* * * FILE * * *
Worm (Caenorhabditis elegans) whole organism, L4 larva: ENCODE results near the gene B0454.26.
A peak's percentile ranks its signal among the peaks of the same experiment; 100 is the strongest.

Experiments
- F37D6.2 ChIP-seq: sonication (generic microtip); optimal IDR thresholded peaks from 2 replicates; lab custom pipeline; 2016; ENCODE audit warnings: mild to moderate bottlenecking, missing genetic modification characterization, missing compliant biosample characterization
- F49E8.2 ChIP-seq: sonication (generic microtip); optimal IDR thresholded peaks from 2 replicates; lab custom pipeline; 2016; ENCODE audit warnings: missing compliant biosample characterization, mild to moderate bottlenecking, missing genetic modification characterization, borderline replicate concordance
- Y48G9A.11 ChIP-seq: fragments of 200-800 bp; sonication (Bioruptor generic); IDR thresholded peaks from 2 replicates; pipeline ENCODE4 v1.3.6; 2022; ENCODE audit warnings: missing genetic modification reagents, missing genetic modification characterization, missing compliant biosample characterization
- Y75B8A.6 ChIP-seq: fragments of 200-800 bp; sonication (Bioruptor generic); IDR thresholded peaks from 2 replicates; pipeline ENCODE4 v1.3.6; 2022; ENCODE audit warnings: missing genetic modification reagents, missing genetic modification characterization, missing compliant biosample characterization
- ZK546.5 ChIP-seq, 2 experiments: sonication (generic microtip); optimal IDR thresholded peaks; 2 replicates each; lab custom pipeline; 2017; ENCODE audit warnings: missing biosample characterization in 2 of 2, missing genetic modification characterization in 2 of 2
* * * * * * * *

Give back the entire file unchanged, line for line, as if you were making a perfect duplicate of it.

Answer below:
Worm (Caenorhabditis elegans) whole organism, L4 larva: ENCODE results near the gene B0454.26.
A peak's percentile ranks its signal among the peaks of the same experiment; 100 is the strongest.

Experiments
- F37D6.2 ChIP-seq: sonication (generic microtip); optimal IDR thresholded peaks from 2 replicates; lab custom pipeline; 2016; ENCODE audit warnings: mild to moderate bottlenecking, missing genetic modification characterization, missing compliant biosample characterization
- F49E8.2 ChIP-seq: sonication (generic microtip); optimal IDR thresholded peaks from 2 replicates; lab custom pipeline; 2016; ENCODE audit warnings: missing compliant biosample characterization, mild to moderate bottlenecking, missing genetic modification characterization, borderline replicate concordance
- Y48G9A.11 ChIP-seq: fragments of 200-800 bp; sonication (Bioruptor generic); IDR thresholded peaks from 2 replicates; pipeline ENCODE4 v1.3.6; 2022; ENCODE audit warnings: missing genetic modification reagents, missing genetic modification characterization, missing compliant biosample characterization
- Y75B8A.6 ChIP-seq: fragments of 200-800 bp; sonication (Bioruptor generic); IDR thresholded peaks from 2 replicates; pipeline ENCODE4 v1.3.6; 2022; ENCODE audit warnings: missing genetic modification reagents, missing genetic modification characterization, missing compliant biosample characterization
- ZK546.5 ChIP-seq, 2 experiments: sonication (generic microtip); optimal IDR thresholded peaks; 2 replicates each; lab custom pipeline; 2017; ENCODE audit warnings: missing biosample characterization in 2 of 2, missing genetic modification characterization in 2 of 2